Thursday, July 11, 2013

The 0.01% Oppose Renewable Energy Because You Can't Suck Rents From It

It doesn't get much more naked than this (AP):
A political group founded by billionaire brothers Charles and David Koch wants Georgia's utility regulators to reject a plan requiring Southern Co. to buy more solar energy, but an Associated Press review ahead of a vote on the issue finds that it has used misleading figures to build its case.
Misleading figures?  Quel surprise.  Read the piece, the story is particularly egregious in terms of bald and bold lying to the public, claiming a 1% increase in solar energy purchased would increase residential electricity prices 40%. The Kochs are just an extreme case of the general composition of the mega-elite wealthy: Pure rentiers.  They get wealthy by extracting rent via monopolistic power over scarce resources needed by everyone else.  That's really what rents are in simplified economese.  I have stuff you need, and I will extort far more than the normal market value for my goods.  You will pay because you have to.  Every disaster story usually finds some villian charging $100 for bottled water or $5K for generators.  That's pretty much what the Kochs, and the billionaire class do to get and stay wealthy at a larger scale.

In particular the Kochs soak rents from fossil fuel resources.  Hence, they must oppose any move to renewable energy.  Why?  Because they care what price Georgia consumers pay for electricity. Haha, no.  Because the Sun can't be monopolized.  Wind and geothermal can somewhat be, in that particular places are better than others for wind and geothermal power, but there's far too many such places and the power of rentiers would be seriously diluted trying to dominate all the windy places of the planet.  The other problem is that renewables scale down quite well. A home can have solar panels, a wind turbine or a geothermal sump.  It can't have a coal or natural gas powered turbine.

This also explains why the rich are much more amenable to nuclear power than renewables.  Uranium is scarce and no one short of Monty Burns level wealth can own a nuclear power plant.  If they have to ditch fossil fuels, they'd much rather go nuclear than renewable.

Do drug dealers like it when their clients go to rehab?  No. That's why the Koch's and the rest of the billionaire class are either opposed or non-committal on renewable energy and the climate change crisis generally.  They got rich from the current system.  A renewable energy system will democracize energy in historically unprecedented ways. No matter what they won't be as rich as they are today.  We're going to have to do this over their active resistance and should expect little to no help from them, no matter how bad climate change gets in terms of extreme weather disasters.  The Inequality Crisis and the Climate Crisis are inextricably linked and both must be overcome simultaneously.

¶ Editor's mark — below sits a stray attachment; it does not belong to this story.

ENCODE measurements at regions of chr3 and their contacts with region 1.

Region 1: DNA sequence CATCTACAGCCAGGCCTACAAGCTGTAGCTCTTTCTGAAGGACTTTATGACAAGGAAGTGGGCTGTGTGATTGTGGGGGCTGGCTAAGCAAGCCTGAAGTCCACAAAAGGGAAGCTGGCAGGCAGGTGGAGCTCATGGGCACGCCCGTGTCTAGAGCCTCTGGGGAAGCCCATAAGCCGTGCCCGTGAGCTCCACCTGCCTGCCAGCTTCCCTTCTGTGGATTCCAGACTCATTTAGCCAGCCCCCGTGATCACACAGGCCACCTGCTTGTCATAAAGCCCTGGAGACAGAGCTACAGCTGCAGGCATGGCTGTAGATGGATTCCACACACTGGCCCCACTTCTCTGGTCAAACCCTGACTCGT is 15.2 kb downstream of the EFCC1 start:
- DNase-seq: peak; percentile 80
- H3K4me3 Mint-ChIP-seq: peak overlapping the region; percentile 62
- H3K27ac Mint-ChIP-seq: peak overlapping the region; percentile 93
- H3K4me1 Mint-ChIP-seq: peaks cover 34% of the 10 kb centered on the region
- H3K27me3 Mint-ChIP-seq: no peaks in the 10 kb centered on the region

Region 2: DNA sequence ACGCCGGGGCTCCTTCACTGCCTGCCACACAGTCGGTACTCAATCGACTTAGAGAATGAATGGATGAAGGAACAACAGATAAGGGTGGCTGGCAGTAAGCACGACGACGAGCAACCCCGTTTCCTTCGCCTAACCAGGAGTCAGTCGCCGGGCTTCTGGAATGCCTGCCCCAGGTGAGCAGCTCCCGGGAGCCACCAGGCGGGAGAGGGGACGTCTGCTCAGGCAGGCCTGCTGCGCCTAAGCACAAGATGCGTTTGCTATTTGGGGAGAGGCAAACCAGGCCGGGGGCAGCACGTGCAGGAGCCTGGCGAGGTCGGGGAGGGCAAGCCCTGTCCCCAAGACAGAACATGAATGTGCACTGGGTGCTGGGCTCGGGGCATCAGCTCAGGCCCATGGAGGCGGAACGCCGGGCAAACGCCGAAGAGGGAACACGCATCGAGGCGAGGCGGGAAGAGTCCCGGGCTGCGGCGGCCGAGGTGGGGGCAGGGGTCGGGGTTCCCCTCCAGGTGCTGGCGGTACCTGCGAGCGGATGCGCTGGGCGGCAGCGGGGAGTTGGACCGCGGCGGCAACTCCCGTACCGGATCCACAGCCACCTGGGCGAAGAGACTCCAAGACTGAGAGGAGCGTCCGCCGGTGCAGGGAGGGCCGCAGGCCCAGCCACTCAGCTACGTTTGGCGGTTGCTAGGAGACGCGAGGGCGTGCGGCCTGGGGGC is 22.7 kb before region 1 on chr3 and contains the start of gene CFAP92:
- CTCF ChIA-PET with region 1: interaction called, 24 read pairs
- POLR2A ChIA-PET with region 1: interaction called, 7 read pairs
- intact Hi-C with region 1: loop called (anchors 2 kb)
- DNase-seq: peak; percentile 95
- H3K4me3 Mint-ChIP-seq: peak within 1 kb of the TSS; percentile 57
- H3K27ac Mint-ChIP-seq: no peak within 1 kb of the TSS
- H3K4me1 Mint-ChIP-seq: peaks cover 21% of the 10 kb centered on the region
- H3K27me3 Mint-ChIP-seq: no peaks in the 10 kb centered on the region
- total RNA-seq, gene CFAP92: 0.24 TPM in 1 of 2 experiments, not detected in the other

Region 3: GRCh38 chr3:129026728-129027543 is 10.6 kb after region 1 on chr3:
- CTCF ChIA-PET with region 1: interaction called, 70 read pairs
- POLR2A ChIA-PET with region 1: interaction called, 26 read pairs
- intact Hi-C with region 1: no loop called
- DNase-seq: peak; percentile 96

1. Good points.

    Interesting how the people rose up against the plutocrats after the first global economic meltdown (1929) which put them on ice until the 1980s. But after the second meltdown of 2008 (which we have yet to recover from) the eat-the-rich sentiment hasn't spread among the people. Perhaps it's because stimulus and low interest rates prevented the same degree of suffering.

    One would hope we don't have to suffer an unbearable crisis to take the right action. That's not a very good survival strategy for civilization. (No doubt we are repeating history for being ignorant of it.)

    I think it all boils down to marketing and organization. Reagan and Friedman were great marketers of their free-market counter-revolution (to the post-war Keynesian revolution that created modern living standards.) We need good salesmen who can sell people on sensible, sustainable, moderate economics.

    They said centrist government was the problem. Clearly the past 30-year "age of greed" made stagflation look like a bad hair day...

    Democratic Voting Canada

  2. solar energy is one of the renewable sources of energy.. but there is lot of progress yet to be done to harness it completely

  3. Renewable energy can be good once we have a storage system to store the sun's, wind's, etc's energy and use it when we need it. It is good for the economy because it is getting more and more expensive to dig up conventional.

  4. The rate with which the consumption of fossil fuel is going, at such time installing renewable energy resources could be a good decision. But the fact is that these resources are not being used to their full potential.

  5. This isn't new. Have some fun connecting the dots among Nikolai Tesla, Thomas Edison, J.P. Morgan, John Jacob Astor IV, and the Titanic...I'll wait...